That’s where he was arrested. His South Philly buddies had ratted.
Police charged Coyle with theft and got almost all the money back. At trial, Coyle’s attorney had managed to wrangle a ruling that the fact that Coyle was addicted to methamphetamine couldn’t be brought up. So to the jury, he was just a dude from South Philly who came upon some money and was temporarily insane because he didn’t know what to do with it.
He was acquitted in February 1982. Eight months later he was arrested for drug possession and was in and out of rehab and jail from then on.
That’s around when Hollywood stepped in and Disney wanted the rights to this seemingly made-for-the-movies tale. They hired Bowden, who’d been covering the story for The Inquirer, as a consultant, and paid Coyle $70,000. He blew most of it on meth. But that part of the tale wasn’t told in the movie.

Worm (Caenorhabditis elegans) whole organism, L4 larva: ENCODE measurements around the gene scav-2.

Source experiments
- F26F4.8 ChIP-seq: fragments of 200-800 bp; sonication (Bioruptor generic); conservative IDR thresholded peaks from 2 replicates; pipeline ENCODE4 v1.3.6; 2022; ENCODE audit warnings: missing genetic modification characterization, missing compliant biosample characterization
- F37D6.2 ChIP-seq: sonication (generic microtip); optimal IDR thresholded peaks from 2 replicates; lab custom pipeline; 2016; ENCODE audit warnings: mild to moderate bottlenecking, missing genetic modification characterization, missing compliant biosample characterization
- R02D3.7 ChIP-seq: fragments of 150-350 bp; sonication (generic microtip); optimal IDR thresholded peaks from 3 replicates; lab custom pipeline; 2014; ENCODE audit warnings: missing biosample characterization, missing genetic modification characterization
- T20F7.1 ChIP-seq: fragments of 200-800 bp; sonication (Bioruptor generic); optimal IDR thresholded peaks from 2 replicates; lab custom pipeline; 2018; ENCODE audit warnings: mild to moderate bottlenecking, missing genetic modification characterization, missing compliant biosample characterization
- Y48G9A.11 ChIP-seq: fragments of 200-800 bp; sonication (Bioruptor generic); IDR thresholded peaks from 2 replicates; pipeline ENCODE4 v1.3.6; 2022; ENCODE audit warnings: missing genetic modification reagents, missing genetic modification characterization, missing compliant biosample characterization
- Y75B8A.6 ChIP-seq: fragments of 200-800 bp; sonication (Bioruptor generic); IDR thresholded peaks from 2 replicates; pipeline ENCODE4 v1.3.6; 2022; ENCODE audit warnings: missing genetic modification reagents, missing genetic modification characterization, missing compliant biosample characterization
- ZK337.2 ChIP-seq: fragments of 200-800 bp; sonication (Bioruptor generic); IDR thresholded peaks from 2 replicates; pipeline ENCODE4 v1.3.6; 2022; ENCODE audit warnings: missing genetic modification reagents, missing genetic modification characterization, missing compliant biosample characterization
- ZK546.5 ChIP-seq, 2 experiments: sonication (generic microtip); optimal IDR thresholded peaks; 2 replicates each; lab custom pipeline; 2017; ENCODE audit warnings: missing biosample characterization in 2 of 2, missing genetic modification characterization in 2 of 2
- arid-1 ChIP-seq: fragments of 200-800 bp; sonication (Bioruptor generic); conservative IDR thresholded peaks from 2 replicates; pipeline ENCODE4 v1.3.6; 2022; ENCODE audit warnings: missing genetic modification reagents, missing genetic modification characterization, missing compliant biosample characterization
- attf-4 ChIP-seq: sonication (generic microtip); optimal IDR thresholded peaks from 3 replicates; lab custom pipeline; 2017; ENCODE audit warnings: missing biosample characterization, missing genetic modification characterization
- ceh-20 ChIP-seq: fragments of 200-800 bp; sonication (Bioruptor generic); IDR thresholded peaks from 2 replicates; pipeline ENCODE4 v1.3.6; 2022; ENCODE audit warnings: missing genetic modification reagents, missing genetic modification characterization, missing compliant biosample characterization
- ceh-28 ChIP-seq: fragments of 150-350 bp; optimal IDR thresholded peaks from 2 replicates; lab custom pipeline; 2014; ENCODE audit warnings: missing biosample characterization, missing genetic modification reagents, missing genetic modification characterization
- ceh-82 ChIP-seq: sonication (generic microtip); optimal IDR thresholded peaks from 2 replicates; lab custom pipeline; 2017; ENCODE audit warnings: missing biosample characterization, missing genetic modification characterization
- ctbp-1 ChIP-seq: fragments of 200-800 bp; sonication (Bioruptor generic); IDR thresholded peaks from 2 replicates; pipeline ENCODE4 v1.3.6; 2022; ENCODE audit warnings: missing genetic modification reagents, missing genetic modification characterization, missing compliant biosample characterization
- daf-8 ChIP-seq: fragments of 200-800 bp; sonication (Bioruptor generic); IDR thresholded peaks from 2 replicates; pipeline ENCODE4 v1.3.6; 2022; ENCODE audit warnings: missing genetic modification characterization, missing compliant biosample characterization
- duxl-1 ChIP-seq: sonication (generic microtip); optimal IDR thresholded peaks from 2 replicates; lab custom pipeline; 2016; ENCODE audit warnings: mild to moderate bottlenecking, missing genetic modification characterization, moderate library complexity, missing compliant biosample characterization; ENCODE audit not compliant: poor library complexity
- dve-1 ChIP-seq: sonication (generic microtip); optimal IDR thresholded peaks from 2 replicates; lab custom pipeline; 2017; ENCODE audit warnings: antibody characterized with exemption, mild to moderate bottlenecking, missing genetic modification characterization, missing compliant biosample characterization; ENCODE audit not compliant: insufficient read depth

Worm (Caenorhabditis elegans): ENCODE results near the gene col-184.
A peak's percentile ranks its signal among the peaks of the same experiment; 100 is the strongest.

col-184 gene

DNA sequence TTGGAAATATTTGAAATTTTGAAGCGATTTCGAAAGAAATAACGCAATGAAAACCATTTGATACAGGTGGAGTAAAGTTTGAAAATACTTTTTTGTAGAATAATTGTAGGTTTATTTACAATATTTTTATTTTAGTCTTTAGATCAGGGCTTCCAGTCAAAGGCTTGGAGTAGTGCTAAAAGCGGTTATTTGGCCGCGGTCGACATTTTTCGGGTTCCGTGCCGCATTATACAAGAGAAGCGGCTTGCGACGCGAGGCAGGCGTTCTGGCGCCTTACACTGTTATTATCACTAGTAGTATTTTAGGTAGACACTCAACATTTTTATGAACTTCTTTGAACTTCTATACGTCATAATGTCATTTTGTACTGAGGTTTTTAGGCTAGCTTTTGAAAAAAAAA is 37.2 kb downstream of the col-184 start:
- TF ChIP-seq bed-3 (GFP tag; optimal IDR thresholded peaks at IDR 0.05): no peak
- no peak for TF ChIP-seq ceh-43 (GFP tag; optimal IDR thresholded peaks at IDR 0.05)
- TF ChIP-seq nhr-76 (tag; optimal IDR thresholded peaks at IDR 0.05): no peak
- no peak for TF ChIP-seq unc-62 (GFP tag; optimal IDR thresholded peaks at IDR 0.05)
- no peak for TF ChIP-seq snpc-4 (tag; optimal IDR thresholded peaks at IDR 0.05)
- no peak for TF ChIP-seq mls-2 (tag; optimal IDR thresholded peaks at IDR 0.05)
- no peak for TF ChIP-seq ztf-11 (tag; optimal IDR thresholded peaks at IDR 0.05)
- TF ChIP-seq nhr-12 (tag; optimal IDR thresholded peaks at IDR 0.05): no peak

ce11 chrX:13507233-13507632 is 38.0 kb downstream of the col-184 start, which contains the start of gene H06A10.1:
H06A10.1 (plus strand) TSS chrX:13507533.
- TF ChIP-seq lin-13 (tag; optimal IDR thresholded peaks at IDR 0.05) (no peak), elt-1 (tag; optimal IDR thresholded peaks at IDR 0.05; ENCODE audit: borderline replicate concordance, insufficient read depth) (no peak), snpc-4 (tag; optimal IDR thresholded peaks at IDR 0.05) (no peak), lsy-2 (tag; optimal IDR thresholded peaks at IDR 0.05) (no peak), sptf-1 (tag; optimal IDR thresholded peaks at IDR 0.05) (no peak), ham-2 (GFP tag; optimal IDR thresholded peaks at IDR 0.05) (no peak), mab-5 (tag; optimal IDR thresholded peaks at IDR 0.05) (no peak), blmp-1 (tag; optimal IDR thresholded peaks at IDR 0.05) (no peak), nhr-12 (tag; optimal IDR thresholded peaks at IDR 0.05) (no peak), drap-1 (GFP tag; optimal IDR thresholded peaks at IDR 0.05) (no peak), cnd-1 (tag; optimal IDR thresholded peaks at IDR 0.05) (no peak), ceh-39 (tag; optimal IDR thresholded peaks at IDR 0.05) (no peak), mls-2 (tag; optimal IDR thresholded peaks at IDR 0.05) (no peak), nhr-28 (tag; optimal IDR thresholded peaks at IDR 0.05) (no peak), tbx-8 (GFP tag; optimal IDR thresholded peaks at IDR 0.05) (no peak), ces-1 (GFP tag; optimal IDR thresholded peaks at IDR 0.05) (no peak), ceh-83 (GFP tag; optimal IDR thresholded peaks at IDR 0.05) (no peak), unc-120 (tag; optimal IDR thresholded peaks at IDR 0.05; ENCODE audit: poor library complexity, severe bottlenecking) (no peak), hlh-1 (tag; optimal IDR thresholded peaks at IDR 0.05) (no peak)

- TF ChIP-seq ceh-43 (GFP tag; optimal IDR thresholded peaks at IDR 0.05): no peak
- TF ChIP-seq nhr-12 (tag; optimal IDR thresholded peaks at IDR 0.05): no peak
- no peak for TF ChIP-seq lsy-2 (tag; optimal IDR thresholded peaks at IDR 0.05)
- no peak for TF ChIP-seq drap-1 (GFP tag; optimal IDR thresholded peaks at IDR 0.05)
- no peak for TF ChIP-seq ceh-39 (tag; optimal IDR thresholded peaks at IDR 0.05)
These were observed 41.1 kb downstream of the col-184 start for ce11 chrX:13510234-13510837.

“One thing Joey was not going to be in the film,” Bowden wrote, “was a drug addict.”
Even though the movie “Money for Nothing” had a stellar cast, it didn’t satisfy Disney. There wasn’t a big opening, there was no advertising and no widespread unveiling. Coyle’s girlfriend told Bowden that the film was “really bothering him” and that he was “so ashamed of the drug addiction” that it led him to paranoia at all times.
On Aug. 15, 1993 — three weeks before the movie was released and more than a decade after he played “Finders Keepers” with a couple of money bags — Coyle hanged himself with an electrical cord. He was 40.